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PM_CTD t1_ja58fiy wrote

A base iPhone 14 is 3,279 mAh. At 120V that's 393.48Wh. National average cost of electricity per kWh is $0.16, so charging an iPhone costs about $0.06. Apple doesn't publish exact sale figures, but we can assume sales at least matched the iPhone 13, take away 10 million because the iPhone 14 is newer, assume about 40% of that is US, and you get about 13 million iPhone 14s in the US.


Theoretically, this saves ~$2,080,000 of energy in the US alone. Factor in other phones and other markets, it can easily save significantly more. Obviously, this is still a drop in the bucket compared to total energy use, but it isn't as insignificant as you might think.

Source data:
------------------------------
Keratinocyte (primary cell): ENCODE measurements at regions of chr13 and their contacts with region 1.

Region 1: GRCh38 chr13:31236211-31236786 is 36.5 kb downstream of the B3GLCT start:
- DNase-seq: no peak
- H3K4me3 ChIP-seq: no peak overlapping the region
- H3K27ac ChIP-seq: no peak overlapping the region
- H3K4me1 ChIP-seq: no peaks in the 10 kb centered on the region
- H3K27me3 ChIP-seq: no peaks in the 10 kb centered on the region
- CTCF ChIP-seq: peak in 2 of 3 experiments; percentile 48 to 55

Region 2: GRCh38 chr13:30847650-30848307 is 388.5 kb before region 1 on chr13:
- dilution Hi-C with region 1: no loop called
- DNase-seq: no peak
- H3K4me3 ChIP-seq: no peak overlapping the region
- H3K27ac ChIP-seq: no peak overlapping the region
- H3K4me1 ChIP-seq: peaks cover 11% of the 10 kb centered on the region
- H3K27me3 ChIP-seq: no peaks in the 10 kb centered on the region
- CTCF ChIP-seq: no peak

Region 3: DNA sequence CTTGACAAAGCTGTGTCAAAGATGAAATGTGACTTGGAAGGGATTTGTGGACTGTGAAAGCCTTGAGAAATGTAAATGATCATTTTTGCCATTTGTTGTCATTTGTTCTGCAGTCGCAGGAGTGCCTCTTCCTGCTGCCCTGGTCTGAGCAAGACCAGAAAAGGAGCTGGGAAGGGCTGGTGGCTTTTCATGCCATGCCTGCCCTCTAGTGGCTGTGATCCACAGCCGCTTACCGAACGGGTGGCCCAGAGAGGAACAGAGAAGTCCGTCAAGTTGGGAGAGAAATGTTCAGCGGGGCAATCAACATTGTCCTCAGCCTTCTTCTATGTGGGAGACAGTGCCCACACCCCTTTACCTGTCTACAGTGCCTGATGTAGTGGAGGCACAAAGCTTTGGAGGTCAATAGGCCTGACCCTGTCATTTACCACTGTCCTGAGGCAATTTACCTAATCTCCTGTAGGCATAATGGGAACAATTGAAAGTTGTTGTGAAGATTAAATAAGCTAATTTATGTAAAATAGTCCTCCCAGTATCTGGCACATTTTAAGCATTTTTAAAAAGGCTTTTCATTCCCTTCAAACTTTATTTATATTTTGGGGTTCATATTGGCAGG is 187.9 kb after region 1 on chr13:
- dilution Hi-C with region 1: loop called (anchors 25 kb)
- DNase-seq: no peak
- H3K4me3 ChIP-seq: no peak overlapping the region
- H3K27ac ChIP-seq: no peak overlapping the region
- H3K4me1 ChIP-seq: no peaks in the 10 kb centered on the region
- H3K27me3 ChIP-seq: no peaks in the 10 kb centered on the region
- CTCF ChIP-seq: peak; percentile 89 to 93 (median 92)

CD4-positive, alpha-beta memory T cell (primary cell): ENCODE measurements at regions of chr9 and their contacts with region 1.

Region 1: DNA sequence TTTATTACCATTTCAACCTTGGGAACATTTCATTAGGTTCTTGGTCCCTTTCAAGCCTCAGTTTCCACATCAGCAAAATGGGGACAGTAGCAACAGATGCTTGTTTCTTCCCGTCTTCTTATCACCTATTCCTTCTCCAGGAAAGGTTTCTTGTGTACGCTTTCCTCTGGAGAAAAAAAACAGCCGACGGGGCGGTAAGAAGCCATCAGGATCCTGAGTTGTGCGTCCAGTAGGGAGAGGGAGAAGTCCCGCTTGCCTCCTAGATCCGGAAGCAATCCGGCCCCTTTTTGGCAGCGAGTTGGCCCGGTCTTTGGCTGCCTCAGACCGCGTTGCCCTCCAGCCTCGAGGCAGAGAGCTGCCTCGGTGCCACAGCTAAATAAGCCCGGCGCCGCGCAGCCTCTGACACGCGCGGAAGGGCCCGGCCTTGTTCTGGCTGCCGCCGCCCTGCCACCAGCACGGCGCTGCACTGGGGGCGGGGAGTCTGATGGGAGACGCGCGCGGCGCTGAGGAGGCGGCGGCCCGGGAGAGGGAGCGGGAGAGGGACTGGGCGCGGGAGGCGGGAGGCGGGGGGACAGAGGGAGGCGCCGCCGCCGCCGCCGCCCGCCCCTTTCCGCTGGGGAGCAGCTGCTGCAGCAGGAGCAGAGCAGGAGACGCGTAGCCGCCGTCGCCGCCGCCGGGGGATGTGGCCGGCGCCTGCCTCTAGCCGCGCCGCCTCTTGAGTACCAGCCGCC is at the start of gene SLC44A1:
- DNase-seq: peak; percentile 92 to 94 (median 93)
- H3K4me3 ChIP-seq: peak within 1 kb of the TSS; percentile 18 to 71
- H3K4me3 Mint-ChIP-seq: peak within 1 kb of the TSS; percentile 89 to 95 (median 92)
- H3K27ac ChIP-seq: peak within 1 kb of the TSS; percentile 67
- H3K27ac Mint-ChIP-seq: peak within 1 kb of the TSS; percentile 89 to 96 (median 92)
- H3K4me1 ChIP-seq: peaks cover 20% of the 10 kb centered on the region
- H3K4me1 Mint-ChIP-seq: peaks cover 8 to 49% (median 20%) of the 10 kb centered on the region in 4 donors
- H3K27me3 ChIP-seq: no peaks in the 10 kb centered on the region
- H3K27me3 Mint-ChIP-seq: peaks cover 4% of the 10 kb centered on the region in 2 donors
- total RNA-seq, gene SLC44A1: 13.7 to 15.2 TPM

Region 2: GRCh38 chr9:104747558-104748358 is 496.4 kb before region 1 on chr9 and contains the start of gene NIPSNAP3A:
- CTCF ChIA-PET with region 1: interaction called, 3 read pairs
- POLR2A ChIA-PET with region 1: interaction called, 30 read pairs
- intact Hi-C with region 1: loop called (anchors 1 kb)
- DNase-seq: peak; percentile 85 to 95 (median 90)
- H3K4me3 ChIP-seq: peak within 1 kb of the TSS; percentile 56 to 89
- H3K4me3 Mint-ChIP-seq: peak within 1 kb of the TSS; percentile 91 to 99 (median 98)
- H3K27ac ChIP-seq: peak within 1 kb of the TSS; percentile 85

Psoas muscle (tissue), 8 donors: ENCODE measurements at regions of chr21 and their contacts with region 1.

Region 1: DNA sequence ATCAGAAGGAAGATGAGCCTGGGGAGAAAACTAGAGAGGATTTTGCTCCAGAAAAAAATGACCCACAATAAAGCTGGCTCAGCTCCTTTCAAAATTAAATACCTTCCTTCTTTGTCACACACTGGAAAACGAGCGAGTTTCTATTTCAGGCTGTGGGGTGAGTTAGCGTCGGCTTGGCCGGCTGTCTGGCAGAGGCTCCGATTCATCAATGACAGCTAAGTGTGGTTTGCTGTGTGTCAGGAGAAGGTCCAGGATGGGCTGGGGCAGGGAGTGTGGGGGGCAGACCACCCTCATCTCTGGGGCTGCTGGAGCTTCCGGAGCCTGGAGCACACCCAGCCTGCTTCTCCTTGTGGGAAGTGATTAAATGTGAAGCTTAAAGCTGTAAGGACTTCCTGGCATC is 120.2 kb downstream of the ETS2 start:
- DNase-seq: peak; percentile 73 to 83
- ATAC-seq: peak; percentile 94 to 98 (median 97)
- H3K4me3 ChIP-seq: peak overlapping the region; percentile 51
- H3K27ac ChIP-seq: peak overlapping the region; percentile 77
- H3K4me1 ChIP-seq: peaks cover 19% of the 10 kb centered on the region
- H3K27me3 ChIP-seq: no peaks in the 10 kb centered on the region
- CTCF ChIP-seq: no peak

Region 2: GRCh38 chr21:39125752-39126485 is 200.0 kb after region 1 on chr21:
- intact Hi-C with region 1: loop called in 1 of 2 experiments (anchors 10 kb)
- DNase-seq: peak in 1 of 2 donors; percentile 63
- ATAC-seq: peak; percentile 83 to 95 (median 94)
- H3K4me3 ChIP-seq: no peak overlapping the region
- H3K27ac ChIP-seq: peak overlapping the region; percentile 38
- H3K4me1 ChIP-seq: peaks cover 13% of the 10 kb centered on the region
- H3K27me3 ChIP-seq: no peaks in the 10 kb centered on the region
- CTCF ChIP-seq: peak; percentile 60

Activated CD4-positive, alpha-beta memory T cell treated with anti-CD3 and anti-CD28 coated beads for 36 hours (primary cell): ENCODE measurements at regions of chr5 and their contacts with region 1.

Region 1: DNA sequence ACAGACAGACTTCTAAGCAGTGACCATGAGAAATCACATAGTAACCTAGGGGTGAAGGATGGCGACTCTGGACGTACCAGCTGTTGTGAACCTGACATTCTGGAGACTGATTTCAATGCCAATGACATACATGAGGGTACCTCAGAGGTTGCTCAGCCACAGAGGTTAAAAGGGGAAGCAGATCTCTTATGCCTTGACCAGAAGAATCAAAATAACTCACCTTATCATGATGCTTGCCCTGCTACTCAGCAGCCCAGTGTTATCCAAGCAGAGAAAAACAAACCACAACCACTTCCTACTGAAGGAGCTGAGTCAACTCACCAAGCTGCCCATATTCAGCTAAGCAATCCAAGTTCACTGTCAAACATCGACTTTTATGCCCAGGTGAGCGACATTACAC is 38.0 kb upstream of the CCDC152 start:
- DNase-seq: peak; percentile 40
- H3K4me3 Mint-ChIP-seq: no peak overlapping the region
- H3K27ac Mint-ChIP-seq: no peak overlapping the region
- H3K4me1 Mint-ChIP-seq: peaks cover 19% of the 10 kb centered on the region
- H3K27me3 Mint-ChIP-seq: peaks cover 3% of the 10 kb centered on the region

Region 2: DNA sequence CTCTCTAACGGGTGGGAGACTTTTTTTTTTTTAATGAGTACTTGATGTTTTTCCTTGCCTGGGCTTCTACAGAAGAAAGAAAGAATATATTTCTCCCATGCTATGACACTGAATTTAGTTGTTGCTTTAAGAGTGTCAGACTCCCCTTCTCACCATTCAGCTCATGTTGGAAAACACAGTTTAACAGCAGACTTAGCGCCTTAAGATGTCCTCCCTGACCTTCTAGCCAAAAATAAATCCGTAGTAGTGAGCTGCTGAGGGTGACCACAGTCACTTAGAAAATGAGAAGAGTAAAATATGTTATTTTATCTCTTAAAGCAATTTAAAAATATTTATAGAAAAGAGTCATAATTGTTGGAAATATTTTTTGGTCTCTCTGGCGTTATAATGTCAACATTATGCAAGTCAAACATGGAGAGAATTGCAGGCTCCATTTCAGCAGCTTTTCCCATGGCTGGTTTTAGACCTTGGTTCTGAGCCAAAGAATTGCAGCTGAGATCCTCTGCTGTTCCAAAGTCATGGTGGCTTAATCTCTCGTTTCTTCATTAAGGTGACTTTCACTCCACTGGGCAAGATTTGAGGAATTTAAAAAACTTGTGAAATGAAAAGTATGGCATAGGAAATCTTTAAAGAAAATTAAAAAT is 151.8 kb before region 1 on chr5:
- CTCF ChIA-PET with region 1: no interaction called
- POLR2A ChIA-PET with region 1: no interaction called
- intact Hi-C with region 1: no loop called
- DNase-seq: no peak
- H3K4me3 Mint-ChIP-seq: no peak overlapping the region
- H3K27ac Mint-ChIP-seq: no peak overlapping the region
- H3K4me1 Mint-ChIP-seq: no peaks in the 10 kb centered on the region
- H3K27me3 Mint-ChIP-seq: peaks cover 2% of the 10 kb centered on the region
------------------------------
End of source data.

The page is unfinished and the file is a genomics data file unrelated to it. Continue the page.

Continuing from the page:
Edit: See replies, did the math wrong. It saves ~$26,00 per day.


crazyk4952 t1_ja6gw8j wrote

> A base iPhone 14 is 3,279 mAh. At 120V that’s 393.48Wh.

Nope. There is no way an iPhone battery holds 393 watt hours of electricity.

It’s more like 12.68 watt hours. See:

I’ll let you redo the math. Needless to say the impact is much, much less.


PM_CTD t1_ja6n4u2 wrote

You're right, sorry. Redoing the math the impact drops to ~$26,000 saved per day. I wouldn't call it nothing, but you're right about it being much, much less.